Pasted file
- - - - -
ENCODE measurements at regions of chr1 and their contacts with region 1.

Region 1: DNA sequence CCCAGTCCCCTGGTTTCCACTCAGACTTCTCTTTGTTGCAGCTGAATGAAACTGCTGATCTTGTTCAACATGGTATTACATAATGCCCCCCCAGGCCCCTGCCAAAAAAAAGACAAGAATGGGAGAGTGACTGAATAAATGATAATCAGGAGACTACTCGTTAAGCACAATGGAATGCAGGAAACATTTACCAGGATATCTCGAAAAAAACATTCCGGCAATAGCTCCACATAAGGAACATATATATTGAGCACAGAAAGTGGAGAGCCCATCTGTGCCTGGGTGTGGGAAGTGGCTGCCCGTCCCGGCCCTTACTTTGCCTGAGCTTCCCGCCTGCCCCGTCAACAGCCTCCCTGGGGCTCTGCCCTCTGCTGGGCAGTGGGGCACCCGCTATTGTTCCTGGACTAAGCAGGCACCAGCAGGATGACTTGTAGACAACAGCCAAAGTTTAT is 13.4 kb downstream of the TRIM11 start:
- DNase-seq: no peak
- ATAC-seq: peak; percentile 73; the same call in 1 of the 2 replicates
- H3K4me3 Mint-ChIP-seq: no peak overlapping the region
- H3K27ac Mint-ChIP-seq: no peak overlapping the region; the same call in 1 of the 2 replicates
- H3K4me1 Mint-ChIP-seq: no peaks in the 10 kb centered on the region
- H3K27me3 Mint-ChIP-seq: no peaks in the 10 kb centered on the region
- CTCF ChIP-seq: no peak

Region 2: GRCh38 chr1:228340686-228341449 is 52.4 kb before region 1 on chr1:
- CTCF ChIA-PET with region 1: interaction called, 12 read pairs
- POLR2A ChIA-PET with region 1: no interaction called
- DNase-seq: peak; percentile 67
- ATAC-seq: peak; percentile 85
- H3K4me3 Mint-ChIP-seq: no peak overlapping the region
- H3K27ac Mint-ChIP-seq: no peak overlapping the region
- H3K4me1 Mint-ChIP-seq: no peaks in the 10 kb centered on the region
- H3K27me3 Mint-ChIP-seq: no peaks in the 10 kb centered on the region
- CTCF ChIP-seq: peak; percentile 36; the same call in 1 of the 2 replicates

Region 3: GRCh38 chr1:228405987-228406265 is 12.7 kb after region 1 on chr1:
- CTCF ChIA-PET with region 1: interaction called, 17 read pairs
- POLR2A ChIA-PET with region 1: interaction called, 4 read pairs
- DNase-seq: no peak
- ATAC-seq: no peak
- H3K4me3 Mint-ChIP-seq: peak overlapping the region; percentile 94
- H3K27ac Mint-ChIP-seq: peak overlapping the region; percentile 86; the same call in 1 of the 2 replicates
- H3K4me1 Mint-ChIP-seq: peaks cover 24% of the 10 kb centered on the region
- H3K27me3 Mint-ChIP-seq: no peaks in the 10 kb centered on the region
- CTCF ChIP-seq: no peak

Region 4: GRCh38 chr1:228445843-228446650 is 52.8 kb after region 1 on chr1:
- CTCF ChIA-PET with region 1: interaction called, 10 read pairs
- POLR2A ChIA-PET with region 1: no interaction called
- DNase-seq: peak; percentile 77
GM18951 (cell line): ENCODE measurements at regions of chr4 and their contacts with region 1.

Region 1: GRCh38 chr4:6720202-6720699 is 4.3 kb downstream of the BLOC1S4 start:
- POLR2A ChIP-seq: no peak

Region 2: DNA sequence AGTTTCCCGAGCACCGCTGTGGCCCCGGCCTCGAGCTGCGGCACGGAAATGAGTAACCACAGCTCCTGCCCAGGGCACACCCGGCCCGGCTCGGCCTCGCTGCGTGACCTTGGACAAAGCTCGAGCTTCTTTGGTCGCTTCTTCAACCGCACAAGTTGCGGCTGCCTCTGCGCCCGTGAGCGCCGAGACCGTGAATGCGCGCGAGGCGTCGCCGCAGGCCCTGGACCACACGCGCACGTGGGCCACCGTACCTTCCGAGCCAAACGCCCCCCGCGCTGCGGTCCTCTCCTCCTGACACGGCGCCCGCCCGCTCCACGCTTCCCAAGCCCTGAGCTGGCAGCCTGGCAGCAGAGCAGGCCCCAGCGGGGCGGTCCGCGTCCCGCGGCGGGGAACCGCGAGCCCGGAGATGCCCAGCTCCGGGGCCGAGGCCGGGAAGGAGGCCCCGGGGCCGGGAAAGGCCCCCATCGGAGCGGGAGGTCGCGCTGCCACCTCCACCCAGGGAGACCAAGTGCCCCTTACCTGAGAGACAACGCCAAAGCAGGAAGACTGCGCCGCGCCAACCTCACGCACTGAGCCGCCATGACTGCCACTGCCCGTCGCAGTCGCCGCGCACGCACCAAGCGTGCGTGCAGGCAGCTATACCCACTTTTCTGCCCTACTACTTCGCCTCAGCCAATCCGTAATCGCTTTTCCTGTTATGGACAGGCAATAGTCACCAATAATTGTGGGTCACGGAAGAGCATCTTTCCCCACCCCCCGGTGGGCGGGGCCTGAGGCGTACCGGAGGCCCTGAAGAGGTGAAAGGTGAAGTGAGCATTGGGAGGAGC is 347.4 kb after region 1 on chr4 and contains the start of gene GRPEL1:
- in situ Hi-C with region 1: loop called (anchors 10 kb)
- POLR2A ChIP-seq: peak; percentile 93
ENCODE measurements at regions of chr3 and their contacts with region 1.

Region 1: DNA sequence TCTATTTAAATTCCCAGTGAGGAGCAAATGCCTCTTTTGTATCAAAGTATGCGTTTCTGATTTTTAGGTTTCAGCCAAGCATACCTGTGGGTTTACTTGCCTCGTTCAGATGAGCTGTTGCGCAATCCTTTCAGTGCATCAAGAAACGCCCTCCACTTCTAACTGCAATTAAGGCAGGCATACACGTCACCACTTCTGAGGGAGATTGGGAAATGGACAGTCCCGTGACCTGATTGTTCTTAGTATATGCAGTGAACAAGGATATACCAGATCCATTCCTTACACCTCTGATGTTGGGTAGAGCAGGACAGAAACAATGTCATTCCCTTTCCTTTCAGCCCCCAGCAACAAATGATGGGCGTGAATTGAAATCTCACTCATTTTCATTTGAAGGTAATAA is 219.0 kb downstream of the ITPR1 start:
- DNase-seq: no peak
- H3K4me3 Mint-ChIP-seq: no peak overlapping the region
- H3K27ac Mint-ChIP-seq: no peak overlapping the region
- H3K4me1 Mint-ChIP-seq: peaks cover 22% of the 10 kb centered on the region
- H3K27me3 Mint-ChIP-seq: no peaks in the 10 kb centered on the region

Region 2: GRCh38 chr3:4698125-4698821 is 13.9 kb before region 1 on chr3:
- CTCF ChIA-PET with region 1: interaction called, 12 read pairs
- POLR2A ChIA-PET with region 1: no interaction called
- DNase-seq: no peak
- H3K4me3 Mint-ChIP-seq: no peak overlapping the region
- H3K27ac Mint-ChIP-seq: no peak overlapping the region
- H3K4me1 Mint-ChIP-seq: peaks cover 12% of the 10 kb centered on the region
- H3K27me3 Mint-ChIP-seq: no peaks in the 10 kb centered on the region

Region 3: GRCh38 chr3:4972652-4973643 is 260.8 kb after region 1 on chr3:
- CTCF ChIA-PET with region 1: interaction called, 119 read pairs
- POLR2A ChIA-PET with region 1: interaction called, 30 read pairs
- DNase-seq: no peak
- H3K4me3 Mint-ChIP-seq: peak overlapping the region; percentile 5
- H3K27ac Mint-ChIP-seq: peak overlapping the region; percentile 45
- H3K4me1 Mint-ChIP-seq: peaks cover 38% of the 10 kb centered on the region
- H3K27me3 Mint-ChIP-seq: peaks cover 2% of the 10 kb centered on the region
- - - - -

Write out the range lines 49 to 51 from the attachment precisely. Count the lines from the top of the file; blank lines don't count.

- POLR2A ChIA-PET with region 1: no interaction called
- DNase-seq: no peak
- H3K4me3 Mint-ChIP-seq: no peak overlapping the region